Improving medical students

Archive for October 15th, 2008

Mental Health & Medical School

Posted by medliorator on October 15, 2008

By Kathleen Phalen Tomaselli, AMNews correspondent. Oct. 20, 2008.

A study in the Sept. 2 Annals of Internal Medicine found that 50% of approximately 2,200 medical students surveyed at seven medical schools reported burnout, while 11% said they considered suicide in the past year.

An estimated 400 physicians commit suicide each year.

“It has been known for some time that suicide rates among doctors are higher than the general population. The gap in suicide rates evidently begins as early as medical school,” said Eva Schernhammer, MD, DrPH, assistant professor of medicine at Harvard Medical School in Boston

“Medical students have typically been extremely successful throughout their prior academic and professional experiences, and it can be difficult for them to ask for help when they struggle,” Dr. Shanafelt said. “They may be reluctant to access these [counseling services] because of confidentiality concerns.”

Medical student stress and burnout leave some with thoughts of suicide []

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Forum Filter: Simple Strategy for Anatomy

Posted by medliorator on October 15, 2008


I always thought of things in two ways when learning about anatomy. They are basically opposites of one another, but I think it’s really important to be able to do both.

1. If I see something, I want to be able to identify it – i.e. know the name, understand the general function, etc. (Turn pictures into words)

2. If I read something, I want to be able to picture it, understand where it lies in relation to other structures, and sketch it out a little bit in very rough detail. (Turn words into pictures)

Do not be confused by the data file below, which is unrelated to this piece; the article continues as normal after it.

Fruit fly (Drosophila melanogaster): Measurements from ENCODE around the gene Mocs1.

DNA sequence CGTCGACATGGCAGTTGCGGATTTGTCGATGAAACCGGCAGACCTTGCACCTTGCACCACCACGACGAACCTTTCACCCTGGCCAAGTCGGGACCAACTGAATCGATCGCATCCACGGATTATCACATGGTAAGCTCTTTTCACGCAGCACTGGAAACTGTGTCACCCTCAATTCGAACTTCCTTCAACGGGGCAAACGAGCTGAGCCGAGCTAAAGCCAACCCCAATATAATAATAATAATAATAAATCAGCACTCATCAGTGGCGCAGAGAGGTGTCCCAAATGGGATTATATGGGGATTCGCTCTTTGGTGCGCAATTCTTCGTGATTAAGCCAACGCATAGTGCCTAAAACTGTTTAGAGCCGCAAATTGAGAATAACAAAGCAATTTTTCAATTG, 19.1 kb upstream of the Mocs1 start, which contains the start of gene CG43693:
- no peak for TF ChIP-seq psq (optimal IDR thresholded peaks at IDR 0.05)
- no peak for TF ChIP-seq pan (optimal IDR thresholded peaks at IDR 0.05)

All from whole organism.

I think for the first skill, it’s fairly straightforward. Just look at a lot of pictures and practice naming things.

The second skill takes a bit more work. I think the best way is to just grab a pencil and some sheets of paper and sketch things out a bit after you’ve been studying for a while. It doesn’t have to look nice, what matters are the relationships between things. It’s a nice break from staring at a book and, after a few goes, you’ll have all sorts of lovely art for your fridge.

The last thing I can suggest is to always keep function in mind. I think it’s easy to get bogged down with insertions, attachments, innervation, etc, but if you are able to step back from all of that stuff and just ask yourself “what is this thing supposed to be doing?” a lot of it will just make sense and feel a lot less like memorization. I was an engineer as an undergrad, so I always found myself thinking back to physics when looking at muscles and how they operated. The body is a remarkable thing, and learning about it all should be a really fun experience. Make sure you enjoy it.

Anatomy study tips [LiveJournal]

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